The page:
Chickens are extremely vulnerable to S. pullorum infection during their early growth stages, leading to white diarrhea and a high mortality rate or asymptomatic persistent infection [24]. Salmonella Pullorum colonizes the cecum of chicks, destroys the intestinal mucosa, and invades the liver, causing lesions in the liver and intestinal tissue lesions, leading to weight loss in poultry [25]. Microcin MccY is a novel lasso peptide, which has high antibacterial activity against various Salmonella serotypes, including S. Pullorum [15]. In this study, the antibacterial activity of MccY against clinical isolates of S. Pullorum was determined. The results showed that MccY had high antibacterial activity against S. Pullorum isolates, with a MIC of 0.125 μM, among which the antibacterial activity against the standard strain CVCC 526 reached 2.5 μM. Consistent with the related studies on MccJ25, the antibacterial concentration of MccJ25 against the S. Enteritidis CMCC 50336, a standard strain of Salmonella, was 2 μg/mL, while it had a lower MIC value against clinical isolates [18]. Subsequently, an oral challenge method was employed by administering a bacterial solution containing 5 × 108 CFU on days 3 and 5 to establish a Pullorum disease model, which was consistent with the symptom pattern of horizontal transmission infection in production [26]. After infection, all chickens exhibited symptoms of white diarrhea, and S. Pullorum was isolated from the feces for nearly two weeks, while a small amount of S. Pullorum was also found in the liver and cecum without causing systemic infection or acute mortality. In other studies, injection of S. Pullorum CCVC 526 into 22-week-old chickens resulted in its detection in the liver, spleen, and cecum; however, this observation was not made in our experiment which may be attributed to the oral challenge method employed here [27], but it was not observed in this experiment, which may be related to the oral challenge method selected in this experiment. Different invasion methods of the strain affect its colonization in chickens and produce different infection results. In summary, the clinical S. Pullorum isolate 429 was selected in this study to construct a naturally infected chicken model of Pullorum disease, which helped explore the antibacterial effect of MccY in livestock production.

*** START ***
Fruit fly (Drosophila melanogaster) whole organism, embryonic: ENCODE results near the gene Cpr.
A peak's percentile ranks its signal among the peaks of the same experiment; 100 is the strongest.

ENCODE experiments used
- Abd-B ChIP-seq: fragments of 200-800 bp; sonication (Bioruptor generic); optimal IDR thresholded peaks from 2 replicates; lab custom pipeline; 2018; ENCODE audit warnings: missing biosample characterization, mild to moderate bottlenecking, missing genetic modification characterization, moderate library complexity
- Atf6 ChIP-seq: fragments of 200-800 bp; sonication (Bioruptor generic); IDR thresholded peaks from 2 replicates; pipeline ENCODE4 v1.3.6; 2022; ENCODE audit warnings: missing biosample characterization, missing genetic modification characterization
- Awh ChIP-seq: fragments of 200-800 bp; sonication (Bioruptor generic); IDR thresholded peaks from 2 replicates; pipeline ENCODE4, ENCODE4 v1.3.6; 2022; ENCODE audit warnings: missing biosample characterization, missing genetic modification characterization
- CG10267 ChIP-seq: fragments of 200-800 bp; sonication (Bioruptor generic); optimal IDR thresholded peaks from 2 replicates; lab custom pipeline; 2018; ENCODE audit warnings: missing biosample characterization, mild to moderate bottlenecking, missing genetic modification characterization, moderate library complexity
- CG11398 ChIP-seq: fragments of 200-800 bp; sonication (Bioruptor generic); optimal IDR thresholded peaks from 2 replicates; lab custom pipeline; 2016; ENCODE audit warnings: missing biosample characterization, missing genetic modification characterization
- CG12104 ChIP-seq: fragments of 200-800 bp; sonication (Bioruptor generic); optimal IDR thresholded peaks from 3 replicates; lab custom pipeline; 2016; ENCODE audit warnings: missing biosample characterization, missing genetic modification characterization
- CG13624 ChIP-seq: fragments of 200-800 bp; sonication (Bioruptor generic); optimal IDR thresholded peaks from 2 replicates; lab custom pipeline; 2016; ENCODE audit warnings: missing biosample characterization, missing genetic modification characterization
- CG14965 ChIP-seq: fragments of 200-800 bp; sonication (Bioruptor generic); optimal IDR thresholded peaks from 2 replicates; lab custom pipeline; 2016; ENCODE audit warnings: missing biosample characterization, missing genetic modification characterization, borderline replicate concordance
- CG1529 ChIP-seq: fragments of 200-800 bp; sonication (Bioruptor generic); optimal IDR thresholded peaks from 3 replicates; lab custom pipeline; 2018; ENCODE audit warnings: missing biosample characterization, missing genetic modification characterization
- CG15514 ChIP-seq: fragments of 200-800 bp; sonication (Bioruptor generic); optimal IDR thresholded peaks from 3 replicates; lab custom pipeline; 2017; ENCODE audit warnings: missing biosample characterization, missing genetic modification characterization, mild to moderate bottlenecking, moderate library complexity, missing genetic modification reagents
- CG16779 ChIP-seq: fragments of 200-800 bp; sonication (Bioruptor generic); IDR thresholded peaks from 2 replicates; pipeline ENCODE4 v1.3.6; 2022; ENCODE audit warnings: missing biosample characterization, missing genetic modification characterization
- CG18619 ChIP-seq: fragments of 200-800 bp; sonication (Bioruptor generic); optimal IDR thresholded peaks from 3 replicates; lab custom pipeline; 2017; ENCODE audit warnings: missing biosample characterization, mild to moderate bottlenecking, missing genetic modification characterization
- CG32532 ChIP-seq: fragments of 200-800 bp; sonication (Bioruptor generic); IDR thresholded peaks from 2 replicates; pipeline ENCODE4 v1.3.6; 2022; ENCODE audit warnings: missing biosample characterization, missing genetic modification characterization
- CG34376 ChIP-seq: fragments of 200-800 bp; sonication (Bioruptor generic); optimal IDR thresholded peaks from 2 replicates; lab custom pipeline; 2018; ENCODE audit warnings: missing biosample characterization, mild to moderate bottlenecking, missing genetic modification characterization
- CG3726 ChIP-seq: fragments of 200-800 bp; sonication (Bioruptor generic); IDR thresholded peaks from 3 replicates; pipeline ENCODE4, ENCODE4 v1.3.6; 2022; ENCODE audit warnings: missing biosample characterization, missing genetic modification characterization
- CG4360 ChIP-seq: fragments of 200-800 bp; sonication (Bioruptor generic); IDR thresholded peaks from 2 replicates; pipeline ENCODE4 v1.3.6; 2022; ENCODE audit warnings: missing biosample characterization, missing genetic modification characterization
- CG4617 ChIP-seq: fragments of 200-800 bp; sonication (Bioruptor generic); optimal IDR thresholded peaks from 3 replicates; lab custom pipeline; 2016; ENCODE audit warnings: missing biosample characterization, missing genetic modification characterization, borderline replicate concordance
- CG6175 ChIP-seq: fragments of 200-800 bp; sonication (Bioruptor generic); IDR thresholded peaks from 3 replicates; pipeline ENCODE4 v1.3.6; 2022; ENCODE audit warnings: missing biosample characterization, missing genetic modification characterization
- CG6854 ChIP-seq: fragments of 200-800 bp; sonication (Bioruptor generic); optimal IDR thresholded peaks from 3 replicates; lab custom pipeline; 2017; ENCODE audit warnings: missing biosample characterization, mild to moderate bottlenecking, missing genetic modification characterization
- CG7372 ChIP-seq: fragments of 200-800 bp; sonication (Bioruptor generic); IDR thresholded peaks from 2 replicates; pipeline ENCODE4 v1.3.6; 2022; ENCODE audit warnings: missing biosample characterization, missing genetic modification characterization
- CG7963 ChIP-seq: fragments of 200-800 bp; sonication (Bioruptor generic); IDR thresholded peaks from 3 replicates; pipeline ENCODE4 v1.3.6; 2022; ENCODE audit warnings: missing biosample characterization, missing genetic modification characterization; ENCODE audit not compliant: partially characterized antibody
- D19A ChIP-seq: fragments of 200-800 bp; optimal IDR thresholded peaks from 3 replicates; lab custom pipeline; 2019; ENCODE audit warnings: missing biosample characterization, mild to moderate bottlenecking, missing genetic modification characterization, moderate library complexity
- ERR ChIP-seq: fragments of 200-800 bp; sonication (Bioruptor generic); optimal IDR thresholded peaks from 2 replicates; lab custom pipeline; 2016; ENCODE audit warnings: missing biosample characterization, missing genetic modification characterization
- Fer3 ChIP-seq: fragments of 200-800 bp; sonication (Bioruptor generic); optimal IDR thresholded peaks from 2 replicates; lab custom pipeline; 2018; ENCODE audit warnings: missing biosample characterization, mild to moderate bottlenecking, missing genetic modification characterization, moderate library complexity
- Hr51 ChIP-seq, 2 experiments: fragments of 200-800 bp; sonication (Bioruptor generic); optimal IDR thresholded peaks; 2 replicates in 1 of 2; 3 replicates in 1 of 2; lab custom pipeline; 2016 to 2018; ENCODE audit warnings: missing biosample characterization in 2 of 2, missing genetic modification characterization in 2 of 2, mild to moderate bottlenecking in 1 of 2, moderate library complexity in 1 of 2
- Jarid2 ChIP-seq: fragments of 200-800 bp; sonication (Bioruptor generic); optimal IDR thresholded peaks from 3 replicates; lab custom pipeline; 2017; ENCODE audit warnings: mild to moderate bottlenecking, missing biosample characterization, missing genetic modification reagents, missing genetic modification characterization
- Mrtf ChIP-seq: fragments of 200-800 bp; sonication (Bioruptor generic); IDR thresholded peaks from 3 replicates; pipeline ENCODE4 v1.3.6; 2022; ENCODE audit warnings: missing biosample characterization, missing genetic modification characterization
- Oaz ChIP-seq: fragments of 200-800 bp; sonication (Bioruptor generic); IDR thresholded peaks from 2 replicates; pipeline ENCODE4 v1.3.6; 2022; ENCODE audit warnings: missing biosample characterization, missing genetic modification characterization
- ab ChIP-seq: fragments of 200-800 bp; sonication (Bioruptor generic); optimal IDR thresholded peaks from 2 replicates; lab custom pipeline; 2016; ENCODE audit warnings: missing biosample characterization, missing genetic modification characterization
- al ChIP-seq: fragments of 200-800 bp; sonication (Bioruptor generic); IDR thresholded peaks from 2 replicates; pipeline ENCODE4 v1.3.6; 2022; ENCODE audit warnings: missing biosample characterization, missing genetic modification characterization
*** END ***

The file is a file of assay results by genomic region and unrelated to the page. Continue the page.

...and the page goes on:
Due to the recent discovery of MccY, there has been a lack of research on its application in poultry. Similarly, MccJ25, which was identified in E. coli, has been utilized as a feed additive in broiler production due to its potent antibacterial activity against most strains of E. coli and certain Salmonella, as well as its robust resistance to heat and acid [13]. However, it should be noted that Yu et al. observed intestinal inflammation in mice following prolonged exposure to high doses of MccJ25 [28]; thus, caution must be exercised when implementing MccJ25 within safe thresholds. Consequently, prior evaluation of the safety profile of MccY in vivo is imperative before considering its application in poultry.